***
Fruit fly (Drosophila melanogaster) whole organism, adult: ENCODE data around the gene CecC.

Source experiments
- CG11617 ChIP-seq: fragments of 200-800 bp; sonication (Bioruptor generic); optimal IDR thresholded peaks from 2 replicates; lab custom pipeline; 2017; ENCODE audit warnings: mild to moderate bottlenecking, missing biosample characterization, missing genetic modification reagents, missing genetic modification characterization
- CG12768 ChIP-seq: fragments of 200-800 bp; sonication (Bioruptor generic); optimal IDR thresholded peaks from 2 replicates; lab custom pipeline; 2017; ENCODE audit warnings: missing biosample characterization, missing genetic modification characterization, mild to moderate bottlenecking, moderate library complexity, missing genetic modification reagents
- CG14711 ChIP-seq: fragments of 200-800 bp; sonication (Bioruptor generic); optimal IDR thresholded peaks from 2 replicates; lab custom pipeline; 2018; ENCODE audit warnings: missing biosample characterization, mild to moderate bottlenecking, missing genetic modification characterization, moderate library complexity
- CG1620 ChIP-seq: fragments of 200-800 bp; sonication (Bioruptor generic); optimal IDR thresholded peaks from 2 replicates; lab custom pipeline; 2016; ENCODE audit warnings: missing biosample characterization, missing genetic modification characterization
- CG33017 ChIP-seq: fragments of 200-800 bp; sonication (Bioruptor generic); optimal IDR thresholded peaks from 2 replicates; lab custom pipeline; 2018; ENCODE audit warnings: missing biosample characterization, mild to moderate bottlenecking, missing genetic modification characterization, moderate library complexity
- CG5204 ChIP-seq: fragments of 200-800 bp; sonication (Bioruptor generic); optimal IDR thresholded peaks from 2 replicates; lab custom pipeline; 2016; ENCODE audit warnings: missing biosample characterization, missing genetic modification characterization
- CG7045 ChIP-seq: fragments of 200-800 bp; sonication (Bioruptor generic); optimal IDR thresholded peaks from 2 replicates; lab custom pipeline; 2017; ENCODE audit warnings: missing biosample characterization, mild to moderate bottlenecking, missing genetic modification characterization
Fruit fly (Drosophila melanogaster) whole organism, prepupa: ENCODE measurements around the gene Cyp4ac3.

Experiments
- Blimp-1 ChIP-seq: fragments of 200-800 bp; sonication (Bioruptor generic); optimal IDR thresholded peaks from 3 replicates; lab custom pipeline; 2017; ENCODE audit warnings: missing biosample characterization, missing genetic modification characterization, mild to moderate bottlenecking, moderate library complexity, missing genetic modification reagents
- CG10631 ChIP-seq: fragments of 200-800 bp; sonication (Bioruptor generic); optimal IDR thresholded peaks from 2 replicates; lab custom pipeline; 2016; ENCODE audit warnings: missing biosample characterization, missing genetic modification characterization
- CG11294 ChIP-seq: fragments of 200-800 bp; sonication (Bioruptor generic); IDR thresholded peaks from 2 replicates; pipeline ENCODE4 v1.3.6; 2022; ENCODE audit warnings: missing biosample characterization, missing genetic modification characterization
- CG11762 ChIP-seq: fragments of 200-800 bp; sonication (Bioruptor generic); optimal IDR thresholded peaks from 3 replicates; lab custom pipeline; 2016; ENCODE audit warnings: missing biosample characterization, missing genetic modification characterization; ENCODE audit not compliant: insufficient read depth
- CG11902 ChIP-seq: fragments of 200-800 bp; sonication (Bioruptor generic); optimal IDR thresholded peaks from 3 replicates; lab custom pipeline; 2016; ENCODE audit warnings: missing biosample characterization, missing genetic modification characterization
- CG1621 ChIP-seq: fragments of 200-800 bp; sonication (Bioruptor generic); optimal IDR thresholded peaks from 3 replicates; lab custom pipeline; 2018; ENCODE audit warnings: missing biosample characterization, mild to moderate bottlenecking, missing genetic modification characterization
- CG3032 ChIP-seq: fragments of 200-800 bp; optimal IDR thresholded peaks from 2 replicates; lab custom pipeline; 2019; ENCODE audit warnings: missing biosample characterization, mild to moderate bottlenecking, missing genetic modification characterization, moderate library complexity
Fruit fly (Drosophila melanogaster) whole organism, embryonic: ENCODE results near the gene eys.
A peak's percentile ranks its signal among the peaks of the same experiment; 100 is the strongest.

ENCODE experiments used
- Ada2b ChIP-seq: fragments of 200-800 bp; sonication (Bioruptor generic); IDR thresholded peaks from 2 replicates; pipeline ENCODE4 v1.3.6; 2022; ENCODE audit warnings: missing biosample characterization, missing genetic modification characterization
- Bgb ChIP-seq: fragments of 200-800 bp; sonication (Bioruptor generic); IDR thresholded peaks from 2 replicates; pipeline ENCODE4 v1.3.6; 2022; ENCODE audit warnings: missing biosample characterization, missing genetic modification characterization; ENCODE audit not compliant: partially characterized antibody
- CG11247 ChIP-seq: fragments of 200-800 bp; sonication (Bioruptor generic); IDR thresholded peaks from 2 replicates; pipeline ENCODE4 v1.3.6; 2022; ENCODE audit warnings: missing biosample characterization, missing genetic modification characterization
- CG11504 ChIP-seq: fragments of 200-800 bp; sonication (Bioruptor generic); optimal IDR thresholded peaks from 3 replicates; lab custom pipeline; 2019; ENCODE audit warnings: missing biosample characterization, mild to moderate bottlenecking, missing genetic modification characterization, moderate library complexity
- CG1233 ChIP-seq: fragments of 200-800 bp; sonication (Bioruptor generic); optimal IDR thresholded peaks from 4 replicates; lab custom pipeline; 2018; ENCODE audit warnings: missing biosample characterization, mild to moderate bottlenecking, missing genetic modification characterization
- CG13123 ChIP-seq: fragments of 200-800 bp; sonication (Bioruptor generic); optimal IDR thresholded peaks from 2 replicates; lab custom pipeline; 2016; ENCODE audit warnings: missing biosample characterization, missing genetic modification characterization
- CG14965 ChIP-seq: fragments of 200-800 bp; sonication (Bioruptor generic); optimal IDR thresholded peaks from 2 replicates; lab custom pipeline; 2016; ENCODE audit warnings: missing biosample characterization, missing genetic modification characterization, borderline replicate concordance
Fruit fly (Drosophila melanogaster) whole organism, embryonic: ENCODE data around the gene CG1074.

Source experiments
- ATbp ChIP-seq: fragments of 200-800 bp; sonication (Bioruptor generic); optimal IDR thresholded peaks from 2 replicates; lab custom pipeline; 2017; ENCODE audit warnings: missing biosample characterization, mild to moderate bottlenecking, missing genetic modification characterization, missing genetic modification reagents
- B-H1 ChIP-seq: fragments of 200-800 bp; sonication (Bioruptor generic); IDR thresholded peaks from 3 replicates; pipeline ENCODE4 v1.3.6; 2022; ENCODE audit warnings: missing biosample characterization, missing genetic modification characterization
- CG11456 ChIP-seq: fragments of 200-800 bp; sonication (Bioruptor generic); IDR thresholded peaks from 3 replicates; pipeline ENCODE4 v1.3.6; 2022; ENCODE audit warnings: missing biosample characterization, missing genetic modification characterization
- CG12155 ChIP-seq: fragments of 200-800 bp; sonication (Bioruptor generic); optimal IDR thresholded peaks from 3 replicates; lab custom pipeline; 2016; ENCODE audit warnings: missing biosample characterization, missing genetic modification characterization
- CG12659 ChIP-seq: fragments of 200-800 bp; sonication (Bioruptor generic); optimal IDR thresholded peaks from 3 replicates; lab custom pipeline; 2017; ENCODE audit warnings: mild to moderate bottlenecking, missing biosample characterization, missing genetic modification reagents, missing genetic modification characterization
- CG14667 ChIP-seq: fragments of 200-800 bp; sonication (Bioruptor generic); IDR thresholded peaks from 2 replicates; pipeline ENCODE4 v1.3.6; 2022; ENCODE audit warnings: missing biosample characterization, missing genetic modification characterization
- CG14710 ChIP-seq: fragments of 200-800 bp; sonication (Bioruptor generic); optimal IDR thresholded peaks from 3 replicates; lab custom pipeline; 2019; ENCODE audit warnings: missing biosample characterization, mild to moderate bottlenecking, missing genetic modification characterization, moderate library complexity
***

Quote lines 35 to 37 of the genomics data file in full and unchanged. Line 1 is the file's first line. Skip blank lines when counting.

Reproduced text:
- CG12659 ChIP-seq: fragments of 200-800 bp; sonication (Bioruptor generic); optimal IDR thresholded peaks from 3 replicates; lab custom pipeline; 2017; ENCODE audit warnings: mild to moderate bottlenecking, missing biosample characterization, missing genetic modification reagents, missing genetic modification characterization
- CG14667 ChIP-seq: fragments of 200-800 bp; sonication (Bioruptor generic); IDR thresholded peaks from 2 replicates; pipeline ENCODE4 v1.3.6; 2022; ENCODE audit warnings: missing biosample characterization, missing genetic modification characterization
- CG14710 ChIP-seq: fragments of 200-800 bp; sonication (Bioruptor generic); optimal IDR thresholded peaks from 3 replicates; lab custom pipeline; 2019; ENCODE audit warnings: missing biosample characterization, mild to moderate bottlenecking, missing genetic modification characterization, moderate library complexity